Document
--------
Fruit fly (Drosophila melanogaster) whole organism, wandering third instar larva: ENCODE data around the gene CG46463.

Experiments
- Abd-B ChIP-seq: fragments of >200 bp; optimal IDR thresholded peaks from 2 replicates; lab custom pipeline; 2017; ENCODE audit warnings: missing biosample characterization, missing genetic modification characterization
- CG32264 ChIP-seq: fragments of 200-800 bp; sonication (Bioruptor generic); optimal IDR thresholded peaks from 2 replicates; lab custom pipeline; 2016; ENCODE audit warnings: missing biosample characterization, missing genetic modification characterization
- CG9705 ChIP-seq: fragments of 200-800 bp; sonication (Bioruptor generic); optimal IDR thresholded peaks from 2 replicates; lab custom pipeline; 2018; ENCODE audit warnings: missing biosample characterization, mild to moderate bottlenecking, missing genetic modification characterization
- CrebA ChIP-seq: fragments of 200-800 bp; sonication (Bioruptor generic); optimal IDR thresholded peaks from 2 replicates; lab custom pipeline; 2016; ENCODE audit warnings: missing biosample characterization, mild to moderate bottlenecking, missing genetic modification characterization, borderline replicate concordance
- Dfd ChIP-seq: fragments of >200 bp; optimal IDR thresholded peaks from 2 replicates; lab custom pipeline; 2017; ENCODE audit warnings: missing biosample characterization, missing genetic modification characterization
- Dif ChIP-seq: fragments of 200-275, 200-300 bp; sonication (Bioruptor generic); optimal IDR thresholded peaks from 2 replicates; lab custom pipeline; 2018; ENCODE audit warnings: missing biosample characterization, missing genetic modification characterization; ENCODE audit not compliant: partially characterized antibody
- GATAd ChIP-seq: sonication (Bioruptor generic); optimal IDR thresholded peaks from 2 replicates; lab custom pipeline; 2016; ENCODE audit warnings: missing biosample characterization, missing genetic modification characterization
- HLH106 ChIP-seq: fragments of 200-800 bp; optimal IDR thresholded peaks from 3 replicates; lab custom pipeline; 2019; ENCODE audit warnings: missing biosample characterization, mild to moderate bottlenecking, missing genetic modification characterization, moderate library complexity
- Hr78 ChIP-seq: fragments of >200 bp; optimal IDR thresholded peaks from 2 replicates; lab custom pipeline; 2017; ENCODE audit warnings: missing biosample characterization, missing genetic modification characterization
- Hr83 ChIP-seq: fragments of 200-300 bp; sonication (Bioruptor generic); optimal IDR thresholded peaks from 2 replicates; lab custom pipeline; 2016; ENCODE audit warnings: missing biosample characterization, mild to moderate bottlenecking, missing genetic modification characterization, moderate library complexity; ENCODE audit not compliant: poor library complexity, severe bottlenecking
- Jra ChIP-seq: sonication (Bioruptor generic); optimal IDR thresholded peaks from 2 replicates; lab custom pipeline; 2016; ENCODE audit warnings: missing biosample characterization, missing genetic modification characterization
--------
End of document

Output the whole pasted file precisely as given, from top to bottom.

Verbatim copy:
Fruit fly (Drosophila melanogaster) whole organism, wandering third instar larva: ENCODE data around the gene CG46463.

Experiments
- Abd-B ChIP-seq: fragments of >200 bp; optimal IDR thresholded peaks from 2 replicates; lab custom pipeline; 2017; ENCODE audit warnings: missing biosample characterization, missing genetic modification characterization
- CG32264 ChIP-seq: fragments of 200-800 bp; sonication (Bioruptor generic); optimal IDR thresholded peaks from 2 replicates; lab custom pipeline; 2016; ENCODE audit warnings: missing biosample characterization, missing genetic modification characterization
- CG9705 ChIP-seq: fragments of 200-800 bp; sonication (Bioruptor generic); optimal IDR thresholded peaks from 2 replicates; lab custom pipeline; 2018; ENCODE audit warnings: missing biosample characterization, mild to moderate bottlenecking, missing genetic modification characterization
- CrebA ChIP-seq: fragments of 200-800 bp; sonication (Bioruptor generic); optimal IDR thresholded peaks from 2 replicates; lab custom pipeline; 2016; ENCODE audit warnings: missing biosample characterization, mild to moderate bottlenecking, missing genetic modification characterization, borderline replicate concordance
- Dfd ChIP-seq: fragments of >200 bp; optimal IDR thresholded peaks from 2 replicates; lab custom pipeline; 2017; ENCODE audit warnings: missing biosample characterization, missing genetic modification characterization
- Dif ChIP-seq: fragments of 200-275, 200-300 bp; sonication (Bioruptor generic); optimal IDR thresholded peaks from 2 replicates; lab custom pipeline; 2018; ENCODE audit warnings: missing biosample characterization, missing genetic modification characterization; ENCODE audit not compliant: partially characterized antibody
- GATAd ChIP-seq: sonication (Bioruptor generic); optimal IDR thresholded peaks from 2 replicates; lab custom pipeline; 2016; ENCODE audit warnings: missing biosample characterization, missing genetic modification characterization
- HLH106 ChIP-seq: fragments of 200-800 bp; optimal IDR thresholded peaks from 3 replicates; lab custom pipeline; 2019; ENCODE audit warnings: missing biosample characterization, mild to moderate bottlenecking, missing genetic modification characterization, moderate library complexity
- Hr78 ChIP-seq: fragments of >200 bp; optimal IDR thresholded peaks from 2 replicates; lab custom pipeline; 2017; ENCODE audit warnings: missing biosample characterization, missing genetic modification characterization
- Hr83 ChIP-seq: fragments of 200-300 bp; sonication (Bioruptor generic); optimal IDR thresholded peaks from 2 replicates; lab custom pipeline; 2016; ENCODE audit warnings: missing biosample characterization, mild to moderate bottlenecking, missing genetic modification characterization, moderate library complexity; ENCODE audit not compliant: poor library complexity, severe bottlenecking
- Jra ChIP-seq: sonication (Bioruptor generic); optimal IDR thresholded peaks from 2 replicates; lab custom pipeline; 2016; ENCODE audit warnings: missing biosample characterization, missing genetic modification characterization